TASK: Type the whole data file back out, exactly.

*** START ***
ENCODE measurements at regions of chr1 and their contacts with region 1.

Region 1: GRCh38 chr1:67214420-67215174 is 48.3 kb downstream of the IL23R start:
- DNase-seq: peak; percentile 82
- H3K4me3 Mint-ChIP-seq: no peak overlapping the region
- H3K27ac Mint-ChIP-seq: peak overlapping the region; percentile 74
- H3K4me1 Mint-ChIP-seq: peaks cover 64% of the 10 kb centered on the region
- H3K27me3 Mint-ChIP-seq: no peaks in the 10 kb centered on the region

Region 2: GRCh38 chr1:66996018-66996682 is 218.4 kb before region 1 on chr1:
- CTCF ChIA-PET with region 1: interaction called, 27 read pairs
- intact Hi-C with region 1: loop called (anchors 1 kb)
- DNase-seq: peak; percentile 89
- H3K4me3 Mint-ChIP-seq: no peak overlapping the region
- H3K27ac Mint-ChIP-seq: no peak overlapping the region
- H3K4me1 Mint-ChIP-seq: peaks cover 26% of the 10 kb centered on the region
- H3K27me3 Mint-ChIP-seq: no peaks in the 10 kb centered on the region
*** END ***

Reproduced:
ENCODE measurements at regions of chr1 and their contacts with region 1.

Region 1: GRCh38 chr1:67214420-67215174 is 48.3 kb downstream of the IL23R start:
- DNase-seq: peak; percentile 82
- H3K4me3 Mint-ChIP-seq: no peak overlapping the region
- H3K27ac Mint-ChIP-seq: peak overlapping the region; percentile 74
- H3K4me1 Mint-ChIP-seq: peaks cover 64% of the 10 kb centered on the region
- H3K27me3 Mint-ChIP-seq: no peaks in the 10 kb centered on the region

Region 2: GRCh38 chr1:66996018-66996682 is 218.4 kb before region 1 on chr1:
- CTCF ChIA-PET with region 1: interaction called, 27 read pairs
- intact Hi-C with region 1: loop called (anchors 1 kb)
- DNase-seq: peak; percentile 89
- H3K4me3 Mint-ChIP-seq: no peak overlapping the region
- H3K27ac Mint-ChIP-seq: no peak overlapping the region
- H3K4me1 Mint-ChIP-seq: peaks cover 26% of the 10 kb centered on the region
- H3K27me3 Mint-ChIP-seq: no peaks in the 10 kb centered on the region